D ear Amy: My twin 13-year-old daughters earn a few extra dollars baby-sitting neighborhood children.
After my daughters completed the daylong Red Cross baby-sitting class last summer, I sent an email to a few moms who live close by, advertising my daughters’ services. I set their hourly rates at $8 an hour for one baby-sitter, or $12 an hour for both girls to baby-sit.
My husband and I both feel these are appropriate wages for their age(s) and services. The girls only baby-sit a few times per month because homework, sports and social activities are greater priorities.
After baby-sitting fewer than 15 times (for no more than two children at a time, ages 4 and older) they are complaining because their peers are making $12 an hour (which is true).
Since the age of 6 my daughters have received an age-appropriate weekly allowance for doing a short list of chores. The amount grows each year with age and responsibility. I urge them to save a few dollars each week.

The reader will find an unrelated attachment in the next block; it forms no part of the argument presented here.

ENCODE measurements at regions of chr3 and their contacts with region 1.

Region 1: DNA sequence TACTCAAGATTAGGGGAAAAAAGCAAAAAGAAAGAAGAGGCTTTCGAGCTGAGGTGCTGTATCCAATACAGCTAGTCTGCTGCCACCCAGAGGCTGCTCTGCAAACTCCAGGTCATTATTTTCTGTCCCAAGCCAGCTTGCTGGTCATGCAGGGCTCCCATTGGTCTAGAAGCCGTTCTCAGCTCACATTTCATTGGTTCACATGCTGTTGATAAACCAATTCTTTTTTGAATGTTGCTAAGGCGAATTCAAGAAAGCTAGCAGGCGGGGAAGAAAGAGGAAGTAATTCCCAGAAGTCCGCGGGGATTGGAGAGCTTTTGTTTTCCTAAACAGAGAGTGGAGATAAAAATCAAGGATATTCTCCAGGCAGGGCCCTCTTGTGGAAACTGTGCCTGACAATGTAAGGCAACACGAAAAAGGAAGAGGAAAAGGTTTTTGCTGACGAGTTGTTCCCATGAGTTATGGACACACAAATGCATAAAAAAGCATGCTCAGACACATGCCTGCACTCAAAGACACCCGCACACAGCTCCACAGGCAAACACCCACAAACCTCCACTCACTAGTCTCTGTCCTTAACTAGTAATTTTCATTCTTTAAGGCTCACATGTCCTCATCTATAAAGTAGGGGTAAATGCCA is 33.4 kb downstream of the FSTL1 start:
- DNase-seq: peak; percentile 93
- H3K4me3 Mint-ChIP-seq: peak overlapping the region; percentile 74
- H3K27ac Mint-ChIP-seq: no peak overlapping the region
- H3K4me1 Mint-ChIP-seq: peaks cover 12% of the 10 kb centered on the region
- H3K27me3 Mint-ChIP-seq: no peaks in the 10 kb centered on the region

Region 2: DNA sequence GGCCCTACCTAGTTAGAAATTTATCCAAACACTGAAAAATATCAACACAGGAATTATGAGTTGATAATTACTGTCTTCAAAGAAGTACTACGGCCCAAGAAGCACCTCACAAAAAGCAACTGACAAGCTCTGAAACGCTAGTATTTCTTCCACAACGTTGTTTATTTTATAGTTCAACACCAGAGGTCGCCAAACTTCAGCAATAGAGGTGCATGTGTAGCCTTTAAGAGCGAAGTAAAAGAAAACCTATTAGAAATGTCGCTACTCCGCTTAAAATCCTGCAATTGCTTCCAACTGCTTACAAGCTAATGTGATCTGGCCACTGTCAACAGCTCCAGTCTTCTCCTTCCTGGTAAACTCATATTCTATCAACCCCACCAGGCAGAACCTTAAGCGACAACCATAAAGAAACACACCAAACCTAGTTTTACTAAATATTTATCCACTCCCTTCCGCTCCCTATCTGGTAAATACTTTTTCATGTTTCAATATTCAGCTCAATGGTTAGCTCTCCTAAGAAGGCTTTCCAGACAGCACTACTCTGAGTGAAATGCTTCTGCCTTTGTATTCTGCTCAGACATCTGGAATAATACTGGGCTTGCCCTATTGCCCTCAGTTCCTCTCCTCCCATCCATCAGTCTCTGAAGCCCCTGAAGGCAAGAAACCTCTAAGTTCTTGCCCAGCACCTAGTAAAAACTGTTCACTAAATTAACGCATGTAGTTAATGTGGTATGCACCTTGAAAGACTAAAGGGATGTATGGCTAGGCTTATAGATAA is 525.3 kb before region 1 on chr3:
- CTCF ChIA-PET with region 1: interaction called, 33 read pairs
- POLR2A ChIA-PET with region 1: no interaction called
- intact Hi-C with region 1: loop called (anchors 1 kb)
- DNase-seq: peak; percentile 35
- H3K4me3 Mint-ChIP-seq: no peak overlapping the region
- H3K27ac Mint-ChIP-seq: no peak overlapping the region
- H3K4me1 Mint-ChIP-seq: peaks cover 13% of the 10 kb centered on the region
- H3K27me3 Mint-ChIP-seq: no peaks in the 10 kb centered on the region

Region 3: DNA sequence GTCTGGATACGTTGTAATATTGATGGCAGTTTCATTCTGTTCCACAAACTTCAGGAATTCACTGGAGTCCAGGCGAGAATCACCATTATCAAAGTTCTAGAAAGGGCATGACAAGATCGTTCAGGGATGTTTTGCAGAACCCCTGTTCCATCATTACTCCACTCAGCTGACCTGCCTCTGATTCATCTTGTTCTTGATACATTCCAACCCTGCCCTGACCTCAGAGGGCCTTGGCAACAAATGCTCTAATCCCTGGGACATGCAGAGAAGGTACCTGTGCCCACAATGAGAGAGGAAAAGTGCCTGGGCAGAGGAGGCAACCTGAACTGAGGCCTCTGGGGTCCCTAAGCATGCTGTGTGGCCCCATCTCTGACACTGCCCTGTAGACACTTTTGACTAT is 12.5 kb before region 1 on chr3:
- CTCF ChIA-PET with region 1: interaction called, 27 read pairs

Every so often, we make a trip to the bank, and they deposit their savings. I don’t badger them to do their chores, and some weeks they earn little or nothing.
I’m not sure what to do about the discrepancy between what my daughters and their friends are earning for baby-sitting. In our affluent area, I know that $12 is the going rate, but I wish it weren’t.
Should my daughters negotiate with their clients for higher wages? Should I set some parameters if they earn more money? What is the right thing to do in this situation?
— Perplexed in Suburbia
Dear Perplexed: You have done a good job of managing your daughters’ training and baby-sitting business, and marketing their services to the neighborhood.
Now it’s their turn. On the one hand, they should realize that they may actually get more jobs (more work equals more income) because of their reduced rate. On the other, they have a right to negotiate a higher rate — and experience the real consequences (positive or negative) for setting a higher price.
You should expect your daughters to continue to save a percentage of their earnings, but otherwise leave the negotiation up to them.
Dear Amy: You pointed out to “Lady with Baby Blues” how silly it is to ask a toddler if he wants a sibling.
When I asked my 4-year-old son if he wanted another baby brother or sister, he looked at his younger sister, thought a while and said, “No, let’s keep her.”
Dear Mom: So. Cute.